Changes in consumer lifestyles and attitudes are affecting the way the soft drink market is developing. Dorothy MacKenzie considers the impact of societal trends on opportunities for soft drinks producers and considers which new sectors will emerge.
Societal trends drive changes in consumer needs, which could lead to changes in market opportunities. The following are four of the main societal trends we believe will influence market opportunities in the soft drinks sector over the next few years.
The increasing pace of life and the demand for 24/7 convenience has already driven many changes in distribution and product format, and has created conditions where new sectors such as energy drinks, became mainstream opportunities. This trend will continue to influence consumer needs for timesaving functionality, and for increased access to products of choice in any location. Consumer problems of ‘fatigue’ and ‘stress’ will present attractive platforms for functional drink propositions, and we will see a much more sophisticated approach to energy propositions, with differentiation between short term burst energy and sustained energy, mental energy and physical energy.
- Expect to see a real blurring of the boundaries between foods and drinks, with more and more ‘liquid nutrition’ offerings, as consumers are attracted to the speed and convenience benefits a soft drinks format offers, while looking for increased hunger satisfaction and nutritional performance.
- Fortified smoothies, liquid ‘breakfast in a cup’, even revitalised versions of traditional food drinks like Horlicks and Ovaltines.
- Adult milk shakes will grow from a ‘chilled latte’ basis.
- Soups, vegetable juices and fruit juices will blur to create new high nutrition liquid snacks – available in single serve small bottle formats.
- Vending should see a significant expansion, but with more sophisticated and attractive machines, capable of automated blending and dispensing of fresh products.
In a competitive world you can’t afford to stop – and there’s no time to be ill. Survival is all, and everyone becomes his or her own health expert to find out the best ways to prevent getting ill, or to make a quick recovery from any problem. Looking after oneself has to be done quickly and efficiently – with an intensive day at a spa, rather than a week at a health farm – or even with a 15-minute shot of oxygen at an oxygen bar. Health sites are some of the most popular on the Internet, with many people diagnosing their own ailments and self-prescribing their own treatment from a wide range of conventional and alternative remedies.
Survival fix opportunities in soft beverages will range from ‘morning after’ pick-me-ups, to a wide range of products taken as insurance policies against minor health problems. From being a product considered appropriate for elderly ladies or invalids, tonics will become fashionable and a regular part of the beverage repertoire for busy, health-conscious people.
- Green tea, Kombucha, prebiotic and probiotic products will continue to be popular, and we should expect to see far more use of products containing soluble fibre.
- Vitamins and minerals will continue to be used to fortify fruit juices and milk-based drinks, and we should expect to see a wide range of products overtly positioned as ‘tonics’.
Everyone wants to get more out of life – more excitement, more interesting experiences, more fun. Interest in extreme sports has soared and is now spreading mainstream; few people dare to spend their holidays simply lying on a beach – they have to travel to a remote place and do something interesting or unusual.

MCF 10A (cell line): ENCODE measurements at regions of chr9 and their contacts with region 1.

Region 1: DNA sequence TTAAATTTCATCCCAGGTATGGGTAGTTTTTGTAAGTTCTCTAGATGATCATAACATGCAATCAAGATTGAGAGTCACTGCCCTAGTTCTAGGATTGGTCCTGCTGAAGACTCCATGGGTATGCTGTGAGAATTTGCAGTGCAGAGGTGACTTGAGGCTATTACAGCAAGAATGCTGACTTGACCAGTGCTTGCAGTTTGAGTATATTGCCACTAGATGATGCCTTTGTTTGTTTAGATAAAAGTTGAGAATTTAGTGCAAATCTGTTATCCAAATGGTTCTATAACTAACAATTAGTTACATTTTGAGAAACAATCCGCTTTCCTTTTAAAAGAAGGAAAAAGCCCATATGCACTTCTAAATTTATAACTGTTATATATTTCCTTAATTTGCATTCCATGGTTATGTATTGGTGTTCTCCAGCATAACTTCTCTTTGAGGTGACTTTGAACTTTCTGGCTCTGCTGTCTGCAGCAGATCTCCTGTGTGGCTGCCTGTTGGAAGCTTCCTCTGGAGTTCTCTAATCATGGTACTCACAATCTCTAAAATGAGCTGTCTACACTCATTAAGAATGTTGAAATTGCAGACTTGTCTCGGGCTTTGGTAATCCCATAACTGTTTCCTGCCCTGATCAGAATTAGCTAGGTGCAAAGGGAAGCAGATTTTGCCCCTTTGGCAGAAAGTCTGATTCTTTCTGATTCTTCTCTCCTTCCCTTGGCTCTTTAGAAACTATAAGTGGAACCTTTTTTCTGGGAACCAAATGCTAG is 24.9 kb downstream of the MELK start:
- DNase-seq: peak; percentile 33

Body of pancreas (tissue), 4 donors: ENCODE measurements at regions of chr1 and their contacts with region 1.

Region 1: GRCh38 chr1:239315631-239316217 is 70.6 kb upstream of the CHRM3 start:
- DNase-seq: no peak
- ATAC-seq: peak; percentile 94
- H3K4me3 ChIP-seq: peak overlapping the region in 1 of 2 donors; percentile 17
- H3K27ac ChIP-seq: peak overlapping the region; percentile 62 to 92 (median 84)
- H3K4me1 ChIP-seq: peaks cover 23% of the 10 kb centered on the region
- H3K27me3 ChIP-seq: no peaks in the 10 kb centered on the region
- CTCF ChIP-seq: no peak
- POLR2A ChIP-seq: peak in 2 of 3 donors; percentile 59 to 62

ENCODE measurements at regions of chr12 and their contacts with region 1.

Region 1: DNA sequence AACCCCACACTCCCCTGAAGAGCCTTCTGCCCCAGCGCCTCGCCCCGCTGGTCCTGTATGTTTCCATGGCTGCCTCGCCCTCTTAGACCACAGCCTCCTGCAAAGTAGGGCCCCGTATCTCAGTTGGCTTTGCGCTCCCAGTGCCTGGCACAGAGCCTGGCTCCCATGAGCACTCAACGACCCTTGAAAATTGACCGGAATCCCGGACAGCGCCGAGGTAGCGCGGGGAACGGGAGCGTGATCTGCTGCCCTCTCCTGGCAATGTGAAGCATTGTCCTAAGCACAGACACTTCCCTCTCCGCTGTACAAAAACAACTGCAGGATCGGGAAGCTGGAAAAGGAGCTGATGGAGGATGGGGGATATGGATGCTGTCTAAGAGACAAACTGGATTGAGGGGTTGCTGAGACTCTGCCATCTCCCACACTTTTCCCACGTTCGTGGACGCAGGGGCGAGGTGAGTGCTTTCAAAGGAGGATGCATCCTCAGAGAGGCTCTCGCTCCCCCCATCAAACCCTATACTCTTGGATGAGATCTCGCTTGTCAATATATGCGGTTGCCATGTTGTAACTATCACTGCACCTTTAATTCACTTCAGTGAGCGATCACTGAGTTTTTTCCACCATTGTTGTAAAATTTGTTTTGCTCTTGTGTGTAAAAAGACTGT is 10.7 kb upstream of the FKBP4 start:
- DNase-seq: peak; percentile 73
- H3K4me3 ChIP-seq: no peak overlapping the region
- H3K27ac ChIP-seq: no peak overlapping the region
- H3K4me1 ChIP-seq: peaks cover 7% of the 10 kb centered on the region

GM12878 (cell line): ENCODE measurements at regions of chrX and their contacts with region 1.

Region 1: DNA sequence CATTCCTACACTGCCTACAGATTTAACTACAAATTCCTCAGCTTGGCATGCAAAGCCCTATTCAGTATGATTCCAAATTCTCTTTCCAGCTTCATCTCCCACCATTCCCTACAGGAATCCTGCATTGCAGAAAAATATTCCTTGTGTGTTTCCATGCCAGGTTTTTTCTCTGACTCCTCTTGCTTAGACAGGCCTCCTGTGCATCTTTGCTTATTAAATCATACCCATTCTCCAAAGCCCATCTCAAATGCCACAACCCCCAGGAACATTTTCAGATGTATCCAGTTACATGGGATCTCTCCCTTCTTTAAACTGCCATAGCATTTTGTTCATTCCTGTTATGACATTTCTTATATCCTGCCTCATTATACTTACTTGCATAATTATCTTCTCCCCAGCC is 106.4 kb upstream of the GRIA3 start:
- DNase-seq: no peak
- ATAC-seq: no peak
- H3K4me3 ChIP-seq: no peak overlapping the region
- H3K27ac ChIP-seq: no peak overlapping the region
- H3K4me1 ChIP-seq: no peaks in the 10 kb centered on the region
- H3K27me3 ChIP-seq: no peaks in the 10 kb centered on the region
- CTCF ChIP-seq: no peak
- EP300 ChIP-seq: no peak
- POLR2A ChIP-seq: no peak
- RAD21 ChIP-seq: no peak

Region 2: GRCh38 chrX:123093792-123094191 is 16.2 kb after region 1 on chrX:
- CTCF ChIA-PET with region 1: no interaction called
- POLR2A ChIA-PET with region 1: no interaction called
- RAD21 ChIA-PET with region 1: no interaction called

- Exotic foods continue to excite, and even exotic medicines from other cultures are sought after. Expect to see yet more vivid, intense, extreme products and imagery, backed up by more compelling and intriguing stories behind the brands. Exotic combinations will be attractive – but these have to taste great – not just weird!
- Unusual sources of provenance will be sought after to provide authenticity. Perhaps we will see more mystique being created behind soft drink offerings, in the way achieved by the microbreweries.
- Non-alcoholic exotic cocktails will become more available in different, more accessible formats.
- Drinks associated with attractive locations or with particular, aspirational sports will prosper.
- Consumers will seek out soft drinks that can provide a strong organaleptic sensation – without any risk or unpleasant side effects.
Material success has created a quest for the spiritual in life – as we see from the interest in religions of all sorts, and in many different philosophies. People are creating their own spiritual pot-pourris – a touch of environmentalism, a sprinkling of eastern philosophy, some ethical concerns and a concern for purification and ‘de-toxing’. Products offering a balance of ‘mind, body and soul’ are attractive.
Natural ingredients will be increasingly valued, ‘gentle processing’ will become a concern and provenance will be of greater interest. This will continue to create significant opportunities for beverages. Products will be expected to have clear answers to ethical questions – where did the ingredients come from; how were they processed; can the brand be trusted to do the right thing?
- Beverages that draw on the intrinsic functionality of natural ingredients such as fruit and vegetables will be attractive.
- Opportunities for ‘near water’ products will expand, and botanicals of all sorts will appeal.
- We may see a renewed interest in remedies such as Bach Flower, presented in the ‘fuzzy’ territory between natural remedy and functional beverage.
Beverages will continue to provide accessible and convenient formats to meet changing consumer needs and are well placed to build on the platforms created as a result of the trends described here.
For further information from Soft Drinks International visit: www.softdrinksjournal.com